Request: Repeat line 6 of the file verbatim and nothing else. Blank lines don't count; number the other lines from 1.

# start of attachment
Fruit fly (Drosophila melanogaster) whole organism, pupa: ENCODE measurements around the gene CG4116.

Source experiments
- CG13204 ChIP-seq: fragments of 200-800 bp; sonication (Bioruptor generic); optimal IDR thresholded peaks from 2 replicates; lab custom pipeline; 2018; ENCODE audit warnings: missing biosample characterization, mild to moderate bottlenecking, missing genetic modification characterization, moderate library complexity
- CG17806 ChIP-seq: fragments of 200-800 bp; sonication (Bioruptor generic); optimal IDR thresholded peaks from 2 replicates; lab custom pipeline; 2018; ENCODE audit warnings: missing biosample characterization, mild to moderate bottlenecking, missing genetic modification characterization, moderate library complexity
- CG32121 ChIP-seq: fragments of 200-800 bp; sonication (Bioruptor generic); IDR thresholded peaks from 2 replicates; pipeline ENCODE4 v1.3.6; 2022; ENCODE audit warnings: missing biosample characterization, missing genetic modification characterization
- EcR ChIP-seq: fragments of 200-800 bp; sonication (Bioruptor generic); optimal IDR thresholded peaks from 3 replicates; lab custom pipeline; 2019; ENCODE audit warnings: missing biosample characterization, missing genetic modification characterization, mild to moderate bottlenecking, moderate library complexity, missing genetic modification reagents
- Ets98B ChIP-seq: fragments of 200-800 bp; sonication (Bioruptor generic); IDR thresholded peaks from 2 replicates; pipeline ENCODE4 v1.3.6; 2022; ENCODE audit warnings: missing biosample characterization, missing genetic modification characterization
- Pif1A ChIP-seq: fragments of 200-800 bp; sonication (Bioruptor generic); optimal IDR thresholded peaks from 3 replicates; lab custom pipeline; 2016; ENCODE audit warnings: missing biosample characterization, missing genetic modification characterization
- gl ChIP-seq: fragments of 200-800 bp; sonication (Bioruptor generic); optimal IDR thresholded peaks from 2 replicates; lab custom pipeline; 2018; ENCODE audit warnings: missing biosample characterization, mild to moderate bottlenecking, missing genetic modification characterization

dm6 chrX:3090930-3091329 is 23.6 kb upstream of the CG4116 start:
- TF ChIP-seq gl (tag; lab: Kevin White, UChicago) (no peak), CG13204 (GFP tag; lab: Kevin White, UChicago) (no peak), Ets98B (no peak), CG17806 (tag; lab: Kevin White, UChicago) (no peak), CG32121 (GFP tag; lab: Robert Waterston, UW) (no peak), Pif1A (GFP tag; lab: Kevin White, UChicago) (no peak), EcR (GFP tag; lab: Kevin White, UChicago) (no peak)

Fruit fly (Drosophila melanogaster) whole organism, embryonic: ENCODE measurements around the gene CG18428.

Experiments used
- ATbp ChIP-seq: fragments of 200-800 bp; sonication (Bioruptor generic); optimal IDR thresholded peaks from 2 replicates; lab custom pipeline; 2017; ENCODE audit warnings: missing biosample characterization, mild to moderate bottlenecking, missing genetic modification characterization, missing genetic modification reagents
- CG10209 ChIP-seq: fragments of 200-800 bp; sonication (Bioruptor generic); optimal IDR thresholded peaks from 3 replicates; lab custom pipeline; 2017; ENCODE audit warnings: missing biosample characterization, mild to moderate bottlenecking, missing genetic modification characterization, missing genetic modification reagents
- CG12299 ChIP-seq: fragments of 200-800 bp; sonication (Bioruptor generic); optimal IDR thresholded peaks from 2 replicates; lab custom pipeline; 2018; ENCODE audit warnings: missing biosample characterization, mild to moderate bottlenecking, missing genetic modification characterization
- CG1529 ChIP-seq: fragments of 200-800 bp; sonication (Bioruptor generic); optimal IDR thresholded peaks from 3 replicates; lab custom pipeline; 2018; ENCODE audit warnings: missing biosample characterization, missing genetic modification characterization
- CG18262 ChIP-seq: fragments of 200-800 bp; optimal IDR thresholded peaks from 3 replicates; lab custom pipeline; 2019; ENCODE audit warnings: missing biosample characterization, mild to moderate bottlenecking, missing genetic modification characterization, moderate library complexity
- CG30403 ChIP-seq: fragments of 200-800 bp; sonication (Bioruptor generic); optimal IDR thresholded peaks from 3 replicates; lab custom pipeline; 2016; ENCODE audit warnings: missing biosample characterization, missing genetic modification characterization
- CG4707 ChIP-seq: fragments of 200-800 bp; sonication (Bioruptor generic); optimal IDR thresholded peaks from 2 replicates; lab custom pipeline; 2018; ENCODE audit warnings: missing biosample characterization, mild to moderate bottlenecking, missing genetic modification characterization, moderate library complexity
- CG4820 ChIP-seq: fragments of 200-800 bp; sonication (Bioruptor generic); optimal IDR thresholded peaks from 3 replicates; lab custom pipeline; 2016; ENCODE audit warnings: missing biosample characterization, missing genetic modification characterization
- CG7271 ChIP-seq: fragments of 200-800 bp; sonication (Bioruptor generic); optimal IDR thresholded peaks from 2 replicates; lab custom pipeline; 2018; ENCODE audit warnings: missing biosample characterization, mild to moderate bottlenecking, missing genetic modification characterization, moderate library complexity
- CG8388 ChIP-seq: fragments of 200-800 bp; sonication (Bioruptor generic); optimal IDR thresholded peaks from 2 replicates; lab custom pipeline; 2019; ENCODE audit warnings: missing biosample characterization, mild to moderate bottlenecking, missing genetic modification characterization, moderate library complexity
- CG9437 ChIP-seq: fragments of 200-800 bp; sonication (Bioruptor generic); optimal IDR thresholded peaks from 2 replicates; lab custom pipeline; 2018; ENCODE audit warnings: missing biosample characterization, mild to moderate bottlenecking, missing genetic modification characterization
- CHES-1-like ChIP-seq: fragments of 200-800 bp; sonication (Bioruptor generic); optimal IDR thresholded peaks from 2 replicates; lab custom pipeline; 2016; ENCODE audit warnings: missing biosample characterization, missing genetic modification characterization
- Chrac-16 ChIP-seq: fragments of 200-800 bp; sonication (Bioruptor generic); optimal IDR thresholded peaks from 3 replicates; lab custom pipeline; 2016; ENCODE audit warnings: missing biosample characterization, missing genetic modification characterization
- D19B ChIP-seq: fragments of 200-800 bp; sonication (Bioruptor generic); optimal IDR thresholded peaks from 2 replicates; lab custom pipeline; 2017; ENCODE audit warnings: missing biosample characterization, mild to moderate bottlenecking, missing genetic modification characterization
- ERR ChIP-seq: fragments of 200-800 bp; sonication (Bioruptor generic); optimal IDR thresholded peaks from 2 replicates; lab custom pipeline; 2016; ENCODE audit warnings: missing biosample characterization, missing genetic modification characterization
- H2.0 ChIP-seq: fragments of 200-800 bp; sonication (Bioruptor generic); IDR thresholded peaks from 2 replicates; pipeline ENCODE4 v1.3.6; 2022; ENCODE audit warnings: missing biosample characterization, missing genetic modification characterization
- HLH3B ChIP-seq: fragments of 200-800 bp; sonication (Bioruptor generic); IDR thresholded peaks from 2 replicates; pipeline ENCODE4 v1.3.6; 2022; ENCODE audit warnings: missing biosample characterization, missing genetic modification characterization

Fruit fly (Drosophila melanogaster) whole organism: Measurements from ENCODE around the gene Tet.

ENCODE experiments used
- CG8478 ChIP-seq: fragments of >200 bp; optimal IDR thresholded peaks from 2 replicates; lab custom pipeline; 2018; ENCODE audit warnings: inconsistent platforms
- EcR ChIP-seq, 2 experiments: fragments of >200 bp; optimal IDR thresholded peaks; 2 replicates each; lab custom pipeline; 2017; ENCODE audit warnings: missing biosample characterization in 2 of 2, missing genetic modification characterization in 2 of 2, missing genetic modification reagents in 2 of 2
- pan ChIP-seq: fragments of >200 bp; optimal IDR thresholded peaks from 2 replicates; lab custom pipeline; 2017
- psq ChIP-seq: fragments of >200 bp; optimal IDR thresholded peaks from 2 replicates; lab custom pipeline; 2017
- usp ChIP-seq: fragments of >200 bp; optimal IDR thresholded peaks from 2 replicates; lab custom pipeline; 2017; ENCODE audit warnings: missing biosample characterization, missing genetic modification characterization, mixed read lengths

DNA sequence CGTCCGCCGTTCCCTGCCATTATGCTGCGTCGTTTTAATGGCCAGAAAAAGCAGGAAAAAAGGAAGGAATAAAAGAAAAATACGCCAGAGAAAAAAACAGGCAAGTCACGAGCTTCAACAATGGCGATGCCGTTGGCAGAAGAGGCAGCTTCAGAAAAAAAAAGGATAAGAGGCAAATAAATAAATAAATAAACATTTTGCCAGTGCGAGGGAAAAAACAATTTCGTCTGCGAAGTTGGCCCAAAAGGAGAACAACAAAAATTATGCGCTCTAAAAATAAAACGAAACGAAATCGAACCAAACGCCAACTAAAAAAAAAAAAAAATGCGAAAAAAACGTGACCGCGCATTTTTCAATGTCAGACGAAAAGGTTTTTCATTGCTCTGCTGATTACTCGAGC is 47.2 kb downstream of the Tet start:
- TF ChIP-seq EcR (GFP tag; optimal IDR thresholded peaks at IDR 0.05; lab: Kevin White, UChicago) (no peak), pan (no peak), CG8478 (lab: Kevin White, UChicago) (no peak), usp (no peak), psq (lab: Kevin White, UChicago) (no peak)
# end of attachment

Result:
- EcR ChIP-seq: fragments of 200-800 bp; sonication (Bioruptor generic); optimal IDR thresholded peaks from 3 replicates; lab custom pipeline; 2019; ENCODE audit warnings: missing biosample characterization, missing genetic modification characterization, mild to moderate bottlenecking, moderate library complexity, missing genetic modification reagents